Sunday, April 10, 2011

Can I join the Anti-Republican Party?


Barack Obama has started his campaign for re-election. I got a letter from them this week.

I'm not sending any money, at least not yet. I waited until well into 2008 to do any work for the campaign or send them a check, and unless he faces a primary challenger I really don't like, I probably will wait until the end to help out, assuming I have free time or discretionary cash about a year and a half from now.

I'm registered as a Democrat, but right now they don't thrill me much. I'm much more of an Anti-Republican than I am anything else.



Let's consider global warming, or as it is sometimes known, climate change. (Conspiracy theorists on both sides think the other is to blame for the phrase "climate change", but it was being used in the late 1960s long before this became the political football it is today.)

The Republican Party these days is not monolithic. In fact, there are four acceptable views of global warming inside their big tent.

  1. It doesn't exist.
  2. It exists, but it doesn't matter.
  3. It exists and it matters, but humans have nothing to do with it.
  4. It exists, it matters and humans may have something to do with it, but Jesus is coming back before my kid's braces are coming off, so it only matters a little bit and not enough for us to change any of our bad habits.
While this means there are a variety of opinions, there is only one policy. Avoid all action at all costs. The House Republicans on the Energy committee are 100% against cap and trade.

Recall that cap and trade was the conservative alternative to the progressive policy of a carbon tax.

That's their way now. Propose some weak alternative that will not solve a problem in the real world, and if it becomes policy, oppose it.



In Mississippi, a recent poll of Republicans showed that 46% think inter-racial marriage should be illegal, while 40% think it's okay and another 14% aren't sure.

Of course, that doesn't matter to Matty Boy, a lifelong bachelor living in California, does it?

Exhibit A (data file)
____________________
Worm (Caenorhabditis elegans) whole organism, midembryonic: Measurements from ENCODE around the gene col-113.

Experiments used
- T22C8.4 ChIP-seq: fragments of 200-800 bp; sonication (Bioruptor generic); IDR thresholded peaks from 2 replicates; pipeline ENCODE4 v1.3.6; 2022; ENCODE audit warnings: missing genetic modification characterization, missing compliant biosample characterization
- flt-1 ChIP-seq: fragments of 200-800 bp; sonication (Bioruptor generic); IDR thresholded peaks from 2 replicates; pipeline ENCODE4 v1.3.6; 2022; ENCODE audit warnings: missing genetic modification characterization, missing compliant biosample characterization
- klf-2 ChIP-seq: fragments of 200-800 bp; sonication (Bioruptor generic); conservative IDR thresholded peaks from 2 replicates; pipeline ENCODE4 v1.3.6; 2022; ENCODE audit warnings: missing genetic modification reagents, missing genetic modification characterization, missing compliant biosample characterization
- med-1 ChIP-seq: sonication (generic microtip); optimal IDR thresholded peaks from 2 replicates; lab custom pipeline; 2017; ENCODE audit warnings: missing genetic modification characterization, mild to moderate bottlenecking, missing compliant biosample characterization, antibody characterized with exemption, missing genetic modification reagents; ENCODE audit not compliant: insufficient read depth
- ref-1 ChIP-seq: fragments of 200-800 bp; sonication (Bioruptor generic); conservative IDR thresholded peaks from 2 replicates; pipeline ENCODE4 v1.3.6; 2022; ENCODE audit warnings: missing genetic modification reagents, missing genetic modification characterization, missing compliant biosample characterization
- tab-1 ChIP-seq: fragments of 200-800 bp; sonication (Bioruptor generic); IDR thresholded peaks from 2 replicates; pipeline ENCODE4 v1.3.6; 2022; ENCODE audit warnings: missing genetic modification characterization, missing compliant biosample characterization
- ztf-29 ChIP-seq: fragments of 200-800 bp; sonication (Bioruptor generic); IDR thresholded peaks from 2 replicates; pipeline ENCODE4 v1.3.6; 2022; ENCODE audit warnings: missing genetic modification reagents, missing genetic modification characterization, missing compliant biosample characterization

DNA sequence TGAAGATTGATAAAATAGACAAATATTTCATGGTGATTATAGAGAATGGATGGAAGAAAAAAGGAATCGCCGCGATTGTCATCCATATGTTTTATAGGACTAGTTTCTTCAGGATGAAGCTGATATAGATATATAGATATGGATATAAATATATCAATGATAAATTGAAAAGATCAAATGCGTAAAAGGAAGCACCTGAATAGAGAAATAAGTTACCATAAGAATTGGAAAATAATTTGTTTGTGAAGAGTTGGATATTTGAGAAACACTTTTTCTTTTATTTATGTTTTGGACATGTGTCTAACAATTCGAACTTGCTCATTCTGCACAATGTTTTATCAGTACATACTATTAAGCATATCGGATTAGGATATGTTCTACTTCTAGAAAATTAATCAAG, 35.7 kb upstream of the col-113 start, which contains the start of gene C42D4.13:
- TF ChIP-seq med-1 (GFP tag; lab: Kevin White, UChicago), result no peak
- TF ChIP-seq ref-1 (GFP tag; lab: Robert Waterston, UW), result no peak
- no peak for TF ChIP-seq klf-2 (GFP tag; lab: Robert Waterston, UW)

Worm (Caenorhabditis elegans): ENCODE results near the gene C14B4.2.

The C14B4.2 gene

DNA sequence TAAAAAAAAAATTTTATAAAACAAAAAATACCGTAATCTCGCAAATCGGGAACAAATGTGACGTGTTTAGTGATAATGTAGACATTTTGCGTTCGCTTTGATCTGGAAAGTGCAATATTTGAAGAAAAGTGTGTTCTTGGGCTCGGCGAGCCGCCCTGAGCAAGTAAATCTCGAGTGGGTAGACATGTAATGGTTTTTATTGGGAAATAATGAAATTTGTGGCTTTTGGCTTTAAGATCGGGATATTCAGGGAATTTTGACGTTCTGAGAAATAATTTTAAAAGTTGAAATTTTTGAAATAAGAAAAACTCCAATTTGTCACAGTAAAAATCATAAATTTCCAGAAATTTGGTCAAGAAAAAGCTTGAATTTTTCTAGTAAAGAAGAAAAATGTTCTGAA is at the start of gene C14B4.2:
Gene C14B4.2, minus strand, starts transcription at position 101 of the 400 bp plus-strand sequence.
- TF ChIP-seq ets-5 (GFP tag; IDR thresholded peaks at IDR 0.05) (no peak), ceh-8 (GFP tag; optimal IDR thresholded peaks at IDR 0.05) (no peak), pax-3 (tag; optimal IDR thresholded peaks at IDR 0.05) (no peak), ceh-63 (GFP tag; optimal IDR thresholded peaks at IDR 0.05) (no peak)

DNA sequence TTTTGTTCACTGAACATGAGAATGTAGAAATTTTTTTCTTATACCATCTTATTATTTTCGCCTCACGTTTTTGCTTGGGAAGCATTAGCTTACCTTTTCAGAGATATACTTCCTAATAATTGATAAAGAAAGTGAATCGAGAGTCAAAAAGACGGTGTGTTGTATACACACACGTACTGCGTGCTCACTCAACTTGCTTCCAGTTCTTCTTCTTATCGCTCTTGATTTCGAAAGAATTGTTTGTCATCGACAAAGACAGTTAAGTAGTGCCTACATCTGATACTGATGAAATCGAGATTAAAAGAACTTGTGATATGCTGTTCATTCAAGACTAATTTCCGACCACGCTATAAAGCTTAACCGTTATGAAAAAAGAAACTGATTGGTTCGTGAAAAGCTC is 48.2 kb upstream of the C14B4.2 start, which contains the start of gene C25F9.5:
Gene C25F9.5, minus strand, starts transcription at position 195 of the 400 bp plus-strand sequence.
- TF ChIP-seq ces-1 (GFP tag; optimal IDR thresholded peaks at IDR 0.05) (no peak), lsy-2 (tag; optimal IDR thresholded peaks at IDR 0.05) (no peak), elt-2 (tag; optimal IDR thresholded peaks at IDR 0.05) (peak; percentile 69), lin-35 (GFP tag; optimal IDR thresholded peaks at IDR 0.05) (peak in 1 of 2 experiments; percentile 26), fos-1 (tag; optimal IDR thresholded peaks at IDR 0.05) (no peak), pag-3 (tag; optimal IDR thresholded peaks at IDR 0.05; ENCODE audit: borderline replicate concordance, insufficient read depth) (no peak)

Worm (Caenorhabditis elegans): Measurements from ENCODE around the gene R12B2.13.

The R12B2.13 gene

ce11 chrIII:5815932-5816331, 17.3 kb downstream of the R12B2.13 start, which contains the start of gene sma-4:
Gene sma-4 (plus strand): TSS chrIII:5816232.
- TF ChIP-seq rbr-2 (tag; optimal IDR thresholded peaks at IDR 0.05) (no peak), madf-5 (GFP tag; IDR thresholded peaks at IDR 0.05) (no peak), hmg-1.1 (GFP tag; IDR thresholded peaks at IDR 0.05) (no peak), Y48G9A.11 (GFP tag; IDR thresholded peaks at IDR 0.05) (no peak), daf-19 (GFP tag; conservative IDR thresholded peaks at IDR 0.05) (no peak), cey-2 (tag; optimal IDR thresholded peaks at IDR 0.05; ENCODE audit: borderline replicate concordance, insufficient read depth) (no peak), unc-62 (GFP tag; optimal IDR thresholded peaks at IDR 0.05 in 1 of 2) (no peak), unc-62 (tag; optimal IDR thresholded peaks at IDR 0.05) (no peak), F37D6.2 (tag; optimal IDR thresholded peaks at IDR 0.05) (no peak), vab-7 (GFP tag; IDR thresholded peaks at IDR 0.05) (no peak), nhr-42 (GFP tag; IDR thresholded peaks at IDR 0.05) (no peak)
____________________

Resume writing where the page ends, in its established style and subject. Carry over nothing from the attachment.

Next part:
Well, here's a picture of my adorable niece Holly Smith-Smith and her nearly as good looking husband, Cleavon Smith-Smith.

Cleavon was born and raised in Mississippi, where his family still lives. I'd like to think they will be safe when they visit his family, but with the boneheads in charge of the majority party back there, I'm not so sure.

So, yeah, it matters to me.



Of course, that's Mississippi, the armpit of the nation, and they are asking Mississippi Republicans, the cancerous lymph nodes of that armpit. I live in California, progressive, forward-thinking, land of fruits and nuts and good things to eat. What do I care about knuckle draggers 2,000 miles away?

A poll last year of Republican voters found that they oppose openly gay teachers in the public schools by an astounding 73% to 8% with 19% unsure.


Think about this. The issue that killed Anita Bryant's career some thirty years ago is still a fight these assholes want to fight.

Once again, you might ask, what skin is it off Matty Boy's nose? I may be a lifelong bachelor, but I'm not openly gay. (I'm not unopenly gay either, though I don't consider it any business of my employers.) I care because it touches the lives of people I care about, dear friends who are public school teachers and openly gay.

The bigotry has to end. The major political party in this country that still openly courts the bigots need to undergo a radical transformation or it should die before it ruins this great country forever.


And then there is the new great villain of the latest incarnation (or should I say mutation) of the Republican Party, unionized public employees.

I'm not a lawyer, but it seems to me that public employees banding together to ask for a redress of grievances sounds like a First Amendment right to me. To see the blatant and often clearly illegal union busting that the new Republican majorities are attempting in Wisconsin, Indiana and other places may not be a direct attack on me as a unionized public employee in California, but even in a state where the Republicans need some major sleight of hand to keep from becoming the 21st Century version of the Whigs (or more accurately, the Know-Nothings), I can see that is in my own enlightened self-interest to stop American Republicanism in all its forms with every legal tactic at my disposal.

Here endeth the lesson.

1 comment:

Padre Mickey said...

I'm a Commie-Pinko-Bastid-Sandinista Priest who votes Democratic cuz Commie-Pinio-Bastid-Sandinistas can't vote in the primaries. But an anti-Republican party would work for me.

I hang out with black people all the time, too, so I am not cutting it GOP-wise.